Do Clothes Make the Yoga Teacher?

You wouldn’t know it to look at me but I love clothes. It doesn’t matter that my daily uniform rotates around a tee shirt paired with yoga pants or two identical pairs of Target jeans bought in two different sizes on sale for a tenner each – I love clothes.

Who knew I needed a pea green bomber jacket?

I love the expressive nature of clothes. How the colors you choose can reflect the mood you are in and how the way you style your clothes can shout to the world, ‘here I am!’ or whisper ‘shhh…I’m thinking’. I love how a structured shoulder can help you ‘fake it ’til you make it’ and how cutting cloth on the bias changes the drape of a dress. Clothes can indicate where you stand politically. Clothes can shine a light on your inner artist or reflect your relationship with nature. 

Thirty-five years ago I loved nothing more than to spend a Saturday afternoon at the Goodwill on El Camino Real in Mountain View scouring the racks for vintage dresses. I paired my findings with fishnet stockings, Doc Marten knock-offs and baggy houndstooth jackets with fabulous, patterned satin linings from the men’s section. I was making jewelry at the time – huge brooches made with old watch parts and those tiny spoons you find in salt cellars – and I’d have one pinned to an oversized collar or maybe use one to replace a missing button. The look had a grunge-goth vibe that I embraced. The style was trendy, of course – I mean, what self-respecting Goth didn’t have a pair of Doc Martens? – but those clothes also told a story. Anyone looking at me would know, without asking a single question, a little bit about me.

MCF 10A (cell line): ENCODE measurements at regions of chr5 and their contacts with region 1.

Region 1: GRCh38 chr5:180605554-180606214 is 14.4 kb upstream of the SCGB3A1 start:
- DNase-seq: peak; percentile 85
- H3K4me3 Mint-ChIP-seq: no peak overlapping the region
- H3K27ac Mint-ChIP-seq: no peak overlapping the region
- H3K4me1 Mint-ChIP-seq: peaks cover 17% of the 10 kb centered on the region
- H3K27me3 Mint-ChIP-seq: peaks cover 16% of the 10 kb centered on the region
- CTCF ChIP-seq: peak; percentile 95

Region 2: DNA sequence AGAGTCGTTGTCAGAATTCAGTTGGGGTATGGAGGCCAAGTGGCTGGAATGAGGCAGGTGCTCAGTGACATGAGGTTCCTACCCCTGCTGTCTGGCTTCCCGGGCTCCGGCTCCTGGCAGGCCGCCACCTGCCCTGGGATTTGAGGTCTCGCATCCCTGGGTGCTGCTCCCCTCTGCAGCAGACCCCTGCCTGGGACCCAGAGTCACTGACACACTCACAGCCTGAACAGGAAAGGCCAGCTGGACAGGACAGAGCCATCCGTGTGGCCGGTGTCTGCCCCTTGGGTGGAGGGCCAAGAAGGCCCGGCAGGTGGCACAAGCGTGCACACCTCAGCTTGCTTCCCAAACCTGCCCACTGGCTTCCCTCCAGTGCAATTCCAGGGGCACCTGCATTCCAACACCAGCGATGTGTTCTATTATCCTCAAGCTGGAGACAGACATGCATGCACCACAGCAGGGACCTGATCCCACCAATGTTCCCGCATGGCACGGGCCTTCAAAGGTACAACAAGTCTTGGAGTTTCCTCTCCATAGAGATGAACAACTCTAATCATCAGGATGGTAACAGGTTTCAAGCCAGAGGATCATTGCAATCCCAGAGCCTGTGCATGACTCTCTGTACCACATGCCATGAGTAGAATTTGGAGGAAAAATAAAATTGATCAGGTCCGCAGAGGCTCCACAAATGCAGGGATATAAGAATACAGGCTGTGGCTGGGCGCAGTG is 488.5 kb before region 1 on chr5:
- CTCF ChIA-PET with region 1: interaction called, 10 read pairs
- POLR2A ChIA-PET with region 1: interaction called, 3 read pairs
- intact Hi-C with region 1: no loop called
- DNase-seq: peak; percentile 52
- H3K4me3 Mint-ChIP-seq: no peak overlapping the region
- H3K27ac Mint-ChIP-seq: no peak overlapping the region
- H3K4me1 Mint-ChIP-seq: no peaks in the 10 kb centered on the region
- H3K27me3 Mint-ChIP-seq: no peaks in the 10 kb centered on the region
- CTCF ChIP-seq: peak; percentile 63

I don’t dress to impress or express these days. While the pandemic influenced an even more relaxed approach to my sartorial splendor, I’ve been rolling through life in baggy clothes and graphic tees for awhile now. The only story I’m telling through the clothes I pull on each morning is the one that says ‘I’m not worth the effort’. How sad is that?

But maybe that’s about to change.

Last week a woman who plays the role of ‘cool, older aunt’ in my life cleaned out her closet and offered the clothes she no longer wore to me. 

I took them.

These are not clothes with worn out knees or thread bare elbows. These are clothes my bank account would never allow me to purchase for myself. These are beautiful, classic, never going out-of-style clothes.

I slipped my arms through the sleeves of a well-tailored jacket and caught a glimpse of myself in my friend’s mirror. Who was that? I recognized my face, but everything else about me had changed. For one thing, I had a waist. For another, the chatter in my mind shifted from the typical self-deprecating ramblings to which I’m accustomed into something approaching pride. 

I brought the clothes home that evening and the next day purged my own closet. And the day after that? I started showing up for my Zoom meetings sitting a little bit taller and a little bit more confident.

And then I started thinking.

You wouldn’t know it to look at me but I love clothes.

That being said, I’m conflicted. I know clothes are nothing more than the means by which we keep our bodies – our souls’ temporary home – protected from the elements. So why should clothes matter? But if our naked bodies are a blank canvas then clothes are the paint by which we express to the world who we are and who we aspire to be.

Who will you be today?

ps…As a yoga instructor I will continue to wear baggy tee shirts and budget leggings to class. It’s my small protest against the Yoga Industrial Complex and the sexualization of a practice that means so much to me.